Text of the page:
Raising Backyard Chickens

A city chicken farmer shares her insights on building chicken coops and tending small flocks in urban settings. After all, who wouldn't want a pet that makes them breakfast?

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Champion Chickens

So you want to be a chicken farmer? More and more, I’m meeting people like me — families with children, young couples, retirees and bachelor types — raising backyard flocks in urban as well as suburban settings. Some get into chicken-raising so they can have a supply of fresh, healthy eggs and join the local-food, lower-carbon-footprint movement.  

 

Others have a small flock simply because it's fun. A high school friend of mine got started because of her mother’s stories about her favorite daily childhood chore —  collecting eggs. My best friend had chickens as a child, loved naming them ("Rudy the Rooster" and "Chicken Hawk," respectively) and couldn't wait to start her own flock after buying her first house. She also had a hen that laid green eggs. Really.  


In addition to enjoying fresh eggs on a daily basis, a pleasure that rivals tomatoes picked fresh from the garden, small backyard flocks generate fertilizer that green-thumb friends will appreciate, eat plenty of insect pests (fewer mosquitoes!) and provide hours of family-friendly entertainment. (More on that later.)

 

As far as my flock of eight hens goes, I've found that the everyday doings of raising backyard chickens is ridiculously easy. It's the getting your urban farming operation up and running that can be time-consuming and labor-intensive. The most important thing to do first is research, research, research. (No, not daydreaming about which breeds you want and cute names for them.) Get your hen house in order by mulling over the following extensive, but not exhaustive, questions:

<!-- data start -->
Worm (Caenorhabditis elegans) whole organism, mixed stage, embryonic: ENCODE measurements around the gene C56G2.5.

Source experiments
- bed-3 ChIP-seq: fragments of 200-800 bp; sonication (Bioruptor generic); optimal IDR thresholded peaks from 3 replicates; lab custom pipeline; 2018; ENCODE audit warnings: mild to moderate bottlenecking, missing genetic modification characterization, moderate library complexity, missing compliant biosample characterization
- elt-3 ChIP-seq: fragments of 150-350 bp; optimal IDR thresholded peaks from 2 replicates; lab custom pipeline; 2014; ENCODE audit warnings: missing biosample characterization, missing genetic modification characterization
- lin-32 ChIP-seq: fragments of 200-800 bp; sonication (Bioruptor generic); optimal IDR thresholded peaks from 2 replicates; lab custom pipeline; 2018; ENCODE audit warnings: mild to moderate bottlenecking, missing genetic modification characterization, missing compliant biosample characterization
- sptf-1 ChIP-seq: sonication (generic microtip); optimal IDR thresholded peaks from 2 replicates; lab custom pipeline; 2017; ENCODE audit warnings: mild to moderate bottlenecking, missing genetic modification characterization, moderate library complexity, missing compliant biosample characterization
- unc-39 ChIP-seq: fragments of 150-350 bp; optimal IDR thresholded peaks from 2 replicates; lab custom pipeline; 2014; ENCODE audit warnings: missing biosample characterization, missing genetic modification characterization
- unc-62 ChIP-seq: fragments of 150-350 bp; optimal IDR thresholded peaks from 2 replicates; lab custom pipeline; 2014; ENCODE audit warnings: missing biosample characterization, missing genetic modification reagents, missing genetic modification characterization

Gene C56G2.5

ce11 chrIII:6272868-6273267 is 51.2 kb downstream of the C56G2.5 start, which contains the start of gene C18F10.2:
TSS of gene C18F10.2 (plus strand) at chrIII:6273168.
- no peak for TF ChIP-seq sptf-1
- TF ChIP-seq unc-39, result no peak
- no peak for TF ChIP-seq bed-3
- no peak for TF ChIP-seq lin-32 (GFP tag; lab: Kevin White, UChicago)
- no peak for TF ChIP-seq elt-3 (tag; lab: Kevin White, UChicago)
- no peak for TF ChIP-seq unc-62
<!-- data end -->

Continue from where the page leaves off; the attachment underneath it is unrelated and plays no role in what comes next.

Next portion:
• What are the city or county codes regarding raising chickens, as well as the location and structure of coops? If you live in a subdivision, what are those HOA rules?

 

You’d be surprised how wildly different codes can be from one county to the next. (The city of Atlanta allows up to 25 chickens, including roosters, while Knoxville, Tenn., allows only six hens with yearly permits.) New York City, Oakland, San Francisco, Houston, Chicago, Seattle and Portland, Ore., are reportedly chicken-friendly cities. And while people do choose to raise "outlaw flocks," the day a code enforcement officer leaves a costly citation and an order to relocate pet chickens in 10 days or face another fine is not something I care to experience.

 

  • What do you want from your coop and chicken run in terms of predator proofing, space for the size of your flock, ease of entering and cleaning, as well as a look that will go with your style of house and landscaping? Also, are you building the coop and run yourself or buying a finished one?

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